Despite securing a bed in a Croatian hostel with a credit card deposit, Jason Underwood arrived to check in at Split’s Goli & Bosi, only to be told there was no room at the inn.
“I was told on two separate earlier check-in attempts that the bed wasn’t ready. So I went out and returned at midnight and they finally said there weren’t any rooms available,” said the 36-year-old. “They said we can give you a refund to go somewhere else, or we can give you a pillow and blanket and you can find a spot on the floor.”
Instead of a 38-euro-a-night dormitory bed, the Sydney engineer and three other travellers found themselves sleeping in a makeshift “tent city” in the hostel’s hallway.
“The other guys made a pretty good tent city. Mine was a bit Scandi minimalist; a table with a sheet over the top and the legs hanging out,” Underwood said, laughing. “It’s a good travel story though.”
Underwood, who made the reservation via Hostelworld, said he felt bad for the staff who were forced to deal with a problematic booking system.
“The guy at the counter said he could see when it was overbooked but couldn’t do anything to update it,” said Underwood. “They were on Hostelworld, Tripadvisor, and some other sites, and he said none of the sites spoke to each other, and it’s constantly a mess.”
Split, on the south-east coast of Croatia, is one of many Northern Hemisphere holiday hotspots buckling under surging summer demand, with average occupancy levels soaring above 95 per cent for the first time in years.
Reports of overcrowded hotels in places like Mallorca and Split have emerged, and summer travellers are being warned to brace for the possibility of being turned away.
Hotels overbook to bridge gaps caused by late cancellations and no-show guests, according to Canstar’s Steve Mickenbecker.
“Of course there can be genuine errors caused by the hotels’ own systems or communications between the hotel and multiple booking agencies,” he said.
Another issue is that major hotel chains were once able to predict no-shows with a high degree of accuracy. That’s no longer the case. Tourism Accommodation Australia CEO Michael Johnson said: “The booking patterns have changed. There are more leisure travellers than corporate, weekends are busier, and this will change again as we see corporate and international leisure travel start to return after November.”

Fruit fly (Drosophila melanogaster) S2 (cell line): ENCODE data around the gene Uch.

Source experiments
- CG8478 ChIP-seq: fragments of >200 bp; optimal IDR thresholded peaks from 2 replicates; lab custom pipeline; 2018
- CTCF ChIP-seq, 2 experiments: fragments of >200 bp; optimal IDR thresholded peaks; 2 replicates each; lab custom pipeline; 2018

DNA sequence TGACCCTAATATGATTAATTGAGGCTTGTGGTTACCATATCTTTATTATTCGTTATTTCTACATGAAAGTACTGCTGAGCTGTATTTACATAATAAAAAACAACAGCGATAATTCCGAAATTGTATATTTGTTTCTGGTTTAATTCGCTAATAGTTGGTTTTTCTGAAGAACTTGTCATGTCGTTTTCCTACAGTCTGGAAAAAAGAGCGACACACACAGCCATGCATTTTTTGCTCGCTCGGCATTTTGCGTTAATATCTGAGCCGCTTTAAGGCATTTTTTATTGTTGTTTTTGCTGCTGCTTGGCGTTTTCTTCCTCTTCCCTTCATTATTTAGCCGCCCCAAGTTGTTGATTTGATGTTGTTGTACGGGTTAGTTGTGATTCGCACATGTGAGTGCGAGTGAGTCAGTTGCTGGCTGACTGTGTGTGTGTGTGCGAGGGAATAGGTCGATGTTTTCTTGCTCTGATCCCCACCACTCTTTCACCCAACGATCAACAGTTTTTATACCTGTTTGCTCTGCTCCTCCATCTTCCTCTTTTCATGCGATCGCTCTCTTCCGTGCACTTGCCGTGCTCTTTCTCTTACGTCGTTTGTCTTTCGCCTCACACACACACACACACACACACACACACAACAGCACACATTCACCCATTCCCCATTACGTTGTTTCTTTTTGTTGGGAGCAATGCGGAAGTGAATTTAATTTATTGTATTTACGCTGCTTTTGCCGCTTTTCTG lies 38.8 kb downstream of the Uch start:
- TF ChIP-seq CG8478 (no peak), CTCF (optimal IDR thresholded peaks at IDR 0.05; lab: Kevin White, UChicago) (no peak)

So, what should you do if you find your accommodation has no room for you?
HOW CAN I AVOID BEING TURNED AWAY?
Turning up on time for check-in puts you at an advantage. Mickenbecker notes: “the last arrival is going to be the one to miss out.”
Also, opt to pay in full before arriving. “If you’re confident about the provider and that your plans won’t change, this is one way to secure your spot,” said Mickenbecker.
As with airlines, it doesn’t hurt to join the hotel’s membership scheme ahead of your stay – it’s free, and guests with a history of customer loyalty may be viewed favourably.
MY HOTEL IS OVERBOOKED. WHAT NOW?
If you’ve booked your stay through a third-party website, your first step should be contacting the platform’s customer service team. Staff may be able to relocate you, according to Expedia.
Check the hotel and booking platform’s policies for your entitlements. It tends to involve them organising alternative accommodation in an equivalent or upgraded category, and paying expenses, such as a taxi fare and phone calls.
A sensible approach is to arrive with cash reserves and a list of nearby hotels, in case hotel staff are unwilling to assist. If you’re left out of pocket from arranging another stay, Mickenbecker warns you may be in for an intense negotiation to be fully compensated.
WHAT ARE MY RIGHTS?
Under Australian Consumer Law, when a business accepts payment for services they must supply them within the agreed timeframe. If they can’t, the remedy will depend on the circumstances and booking terms and conditions.
If you’ve booked through a third party, both the property and booking platform’s terms and conditions will apply.
These protections may still apply to overseas hotels, provided they were booked in Australia.
If there’s an issue with the booking, contact the accommodation to resolve the problem in the first instance. An ACCC spokesperson said: “If they are unable to resolve their dispute with the business, they can make a complaint to their local state or territory consumer protection agency.”